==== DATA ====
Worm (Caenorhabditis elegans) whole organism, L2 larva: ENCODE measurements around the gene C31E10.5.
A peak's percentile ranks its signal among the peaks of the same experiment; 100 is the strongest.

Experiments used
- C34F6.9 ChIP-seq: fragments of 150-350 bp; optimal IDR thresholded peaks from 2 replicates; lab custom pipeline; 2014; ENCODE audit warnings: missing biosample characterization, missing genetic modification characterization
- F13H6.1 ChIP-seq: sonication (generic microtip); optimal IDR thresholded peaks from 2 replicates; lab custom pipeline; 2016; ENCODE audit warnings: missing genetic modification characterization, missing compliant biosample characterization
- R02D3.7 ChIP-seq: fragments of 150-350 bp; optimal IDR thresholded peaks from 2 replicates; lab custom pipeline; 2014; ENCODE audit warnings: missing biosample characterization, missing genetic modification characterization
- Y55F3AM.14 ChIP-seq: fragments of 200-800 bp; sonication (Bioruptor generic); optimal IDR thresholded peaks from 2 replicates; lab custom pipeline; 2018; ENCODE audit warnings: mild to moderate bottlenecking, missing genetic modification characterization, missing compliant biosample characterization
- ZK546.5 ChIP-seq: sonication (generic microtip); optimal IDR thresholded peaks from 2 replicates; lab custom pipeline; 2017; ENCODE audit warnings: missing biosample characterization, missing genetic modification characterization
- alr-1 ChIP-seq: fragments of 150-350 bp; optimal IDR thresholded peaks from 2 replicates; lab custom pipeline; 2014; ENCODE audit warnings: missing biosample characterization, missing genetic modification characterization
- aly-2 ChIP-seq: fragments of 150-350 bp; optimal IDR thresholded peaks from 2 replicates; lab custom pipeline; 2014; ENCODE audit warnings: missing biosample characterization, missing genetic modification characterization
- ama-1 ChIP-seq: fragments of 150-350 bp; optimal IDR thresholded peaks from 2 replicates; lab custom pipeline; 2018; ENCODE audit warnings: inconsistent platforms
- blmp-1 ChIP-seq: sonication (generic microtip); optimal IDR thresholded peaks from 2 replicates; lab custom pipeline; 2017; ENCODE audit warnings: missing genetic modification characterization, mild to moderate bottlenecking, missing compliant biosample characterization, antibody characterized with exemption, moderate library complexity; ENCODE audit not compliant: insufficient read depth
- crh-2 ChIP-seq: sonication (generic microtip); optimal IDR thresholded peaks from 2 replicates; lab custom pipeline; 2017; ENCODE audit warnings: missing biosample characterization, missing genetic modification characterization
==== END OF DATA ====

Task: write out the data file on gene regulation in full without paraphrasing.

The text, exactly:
Worm (Caenorhabditis elegans) whole organism, L2 larva: ENCODE measurements around the gene C31E10.5.
A peak's percentile ranks its signal among the peaks of the same experiment; 100 is the strongest.

Experiments used
- C34F6.9 ChIP-seq: fragments of 150-350 bp; optimal IDR thresholded peaks from 2 replicates; lab custom pipeline; 2014; ENCODE audit warnings: missing biosample characterization, missing genetic modification characterization
- F13H6.1 ChIP-seq: sonication (generic microtip); optimal IDR thresholded peaks from 2 replicates; lab custom pipeline; 2016; ENCODE audit warnings: missing genetic modification characterization, missing compliant biosample characterization
- R02D3.7 ChIP-seq: fragments of 150-350 bp; optimal IDR thresholded peaks from 2 replicates; lab custom pipeline; 2014; ENCODE audit warnings: missing biosample characterization, missing genetic modification characterization
- Y55F3AM.14 ChIP-seq: fragments of 200-800 bp; sonication (Bioruptor generic); optimal IDR thresholded peaks from 2 replicates; lab custom pipeline; 2018; ENCODE audit warnings: mild to moderate bottlenecking, missing genetic modification characterization, missing compliant biosample characterization
- ZK546.5 ChIP-seq: sonication (generic microtip); optimal IDR thresholded peaks from 2 replicates; lab custom pipeline; 2017; ENCODE audit warnings: missing biosample characterization, missing genetic modification characterization
- alr-1 ChIP-seq: fragments of 150-350 bp; optimal IDR thresholded peaks from 2 replicates; lab custom pipeline; 2014; ENCODE audit warnings: missing biosample characterization, missing genetic modification characterization
- aly-2 ChIP-seq: fragments of 150-350 bp; optimal IDR thresholded peaks from 2 replicates; lab custom pipeline; 2014; ENCODE audit warnings: missing biosample characterization, missing genetic modification characterization
- ama-1 ChIP-seq: fragments of 150-350 bp; optimal IDR thresholded peaks from 2 replicates; lab custom pipeline; 2018; ENCODE audit warnings: inconsistent platforms
- blmp-1 ChIP-seq: sonication (generic microtip); optimal IDR thresholded peaks from 2 replicates; lab custom pipeline; 2017; ENCODE audit warnings: missing genetic modification characterization, mild to moderate bottlenecking, missing compliant biosample characterization, antibody characterized with exemption, moderate library complexity; ENCODE audit not compliant: insufficient read depth
- crh-2 ChIP-seq: sonication (generic microtip); optimal IDR thresholded peaks from 2 replicates; lab custom pipeline; 2017; ENCODE audit warnings: missing biosample characterization, missing genetic modification characterization